Wednesday, January 23, 2013

My Five-Star Bookshelf, Part Twenty-Two

Wallace Stegner, Crossing to Safety

Thinking about this novel takes me back to long summer days in the garden of our St Albert house and to the utter abandonment one experiences when reading truly outstanding books. There is a joy to reading certain books that only English majors seem to understand. This is one — such a gloriously beautiful book!

I had read some Stegner (The Big Rock Candy Mountain) in my twenties. And one of his short stories, too. I can't even remember now why I read Crossing to Safety, but I am so glad I did. Stegner has created breathtakingly gorgeous prose: the book overflows with sentences to re-read and cherish. It's a pity that literary tastes have changed such that writing of this calibre is only inconsistently valued today.

The book is also a compassionate examination of relationships, loyalties, and the gifts we receive. It follows the lives of two couples whose paths entwine when the men meet as young faculty members. One couple is glamorous and outrageous, the other quieter, subtler. We watch their lives advance together through happy and difficult moments. From this description, the novel may not sound very appealing, but the imagery, the storytelling, the characterization, and the prose itself are astonishing. Perhaps we want simply to watch lives like these unfold, or perhaps we long for close friendships like these; the chance to follow Larry, Sally, Sid, and Charity feels rare and special — at least to me.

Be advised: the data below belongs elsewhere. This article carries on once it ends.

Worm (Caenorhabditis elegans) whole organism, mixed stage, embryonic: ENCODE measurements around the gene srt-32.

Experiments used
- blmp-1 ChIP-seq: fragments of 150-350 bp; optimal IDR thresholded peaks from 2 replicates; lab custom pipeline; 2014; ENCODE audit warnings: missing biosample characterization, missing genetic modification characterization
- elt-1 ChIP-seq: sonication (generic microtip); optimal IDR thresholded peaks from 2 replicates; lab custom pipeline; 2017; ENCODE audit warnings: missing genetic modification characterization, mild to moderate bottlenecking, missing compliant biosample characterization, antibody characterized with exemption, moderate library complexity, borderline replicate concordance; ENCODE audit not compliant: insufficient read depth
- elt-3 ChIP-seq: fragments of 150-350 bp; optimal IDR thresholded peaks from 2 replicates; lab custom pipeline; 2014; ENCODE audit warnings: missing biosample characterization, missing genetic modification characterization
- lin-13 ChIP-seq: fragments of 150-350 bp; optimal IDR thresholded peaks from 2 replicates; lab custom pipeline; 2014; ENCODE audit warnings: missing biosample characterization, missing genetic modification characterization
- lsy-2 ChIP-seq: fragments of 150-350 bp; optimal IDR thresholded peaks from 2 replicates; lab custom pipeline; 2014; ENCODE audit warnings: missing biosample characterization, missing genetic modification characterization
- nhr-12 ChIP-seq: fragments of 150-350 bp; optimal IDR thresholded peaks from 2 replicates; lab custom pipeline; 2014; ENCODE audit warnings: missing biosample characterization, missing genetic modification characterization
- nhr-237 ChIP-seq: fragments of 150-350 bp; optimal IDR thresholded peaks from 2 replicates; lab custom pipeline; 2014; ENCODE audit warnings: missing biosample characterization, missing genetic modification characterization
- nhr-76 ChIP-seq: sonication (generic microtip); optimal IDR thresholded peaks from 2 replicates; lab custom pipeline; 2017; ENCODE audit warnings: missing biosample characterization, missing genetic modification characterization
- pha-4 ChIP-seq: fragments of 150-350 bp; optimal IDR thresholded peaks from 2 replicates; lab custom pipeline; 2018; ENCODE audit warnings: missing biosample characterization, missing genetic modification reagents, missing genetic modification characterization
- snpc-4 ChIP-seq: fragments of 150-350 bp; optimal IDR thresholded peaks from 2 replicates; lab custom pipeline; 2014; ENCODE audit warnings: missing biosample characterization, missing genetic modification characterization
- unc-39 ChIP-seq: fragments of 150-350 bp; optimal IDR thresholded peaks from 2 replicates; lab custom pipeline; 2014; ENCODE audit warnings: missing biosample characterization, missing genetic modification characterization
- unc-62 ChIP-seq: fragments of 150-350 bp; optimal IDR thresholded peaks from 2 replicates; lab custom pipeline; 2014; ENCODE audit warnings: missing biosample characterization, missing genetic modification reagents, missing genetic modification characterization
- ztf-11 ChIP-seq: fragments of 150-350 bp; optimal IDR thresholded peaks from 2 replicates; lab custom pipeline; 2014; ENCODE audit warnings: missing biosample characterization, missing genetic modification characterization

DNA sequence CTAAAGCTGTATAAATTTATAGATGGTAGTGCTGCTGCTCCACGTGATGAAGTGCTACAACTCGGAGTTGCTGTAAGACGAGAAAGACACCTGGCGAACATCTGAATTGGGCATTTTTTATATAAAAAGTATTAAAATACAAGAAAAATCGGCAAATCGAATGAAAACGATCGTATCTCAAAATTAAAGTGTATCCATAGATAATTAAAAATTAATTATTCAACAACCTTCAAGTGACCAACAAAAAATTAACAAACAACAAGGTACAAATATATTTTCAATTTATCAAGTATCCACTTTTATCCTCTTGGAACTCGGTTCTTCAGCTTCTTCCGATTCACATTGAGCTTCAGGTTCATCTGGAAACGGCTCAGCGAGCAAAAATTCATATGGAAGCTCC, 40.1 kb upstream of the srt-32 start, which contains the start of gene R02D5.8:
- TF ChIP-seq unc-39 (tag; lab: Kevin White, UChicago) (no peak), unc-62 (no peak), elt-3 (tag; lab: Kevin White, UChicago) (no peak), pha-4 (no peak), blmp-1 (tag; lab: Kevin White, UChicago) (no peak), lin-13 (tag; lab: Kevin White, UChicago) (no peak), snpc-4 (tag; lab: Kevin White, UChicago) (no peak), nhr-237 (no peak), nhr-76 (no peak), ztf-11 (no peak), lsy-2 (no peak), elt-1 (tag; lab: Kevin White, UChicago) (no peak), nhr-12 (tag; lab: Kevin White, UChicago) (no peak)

From this novel I moved on to Angle of Repose, another masterful, award-winning novel. But I prefer Crossing to Safety. Whether it's the academic setting, the images of nature, the study of commitment, self, and identity, or just its seemingly effortless craft, this book stands among my favourite reading experiences of the last decade. I hope you too will read it.

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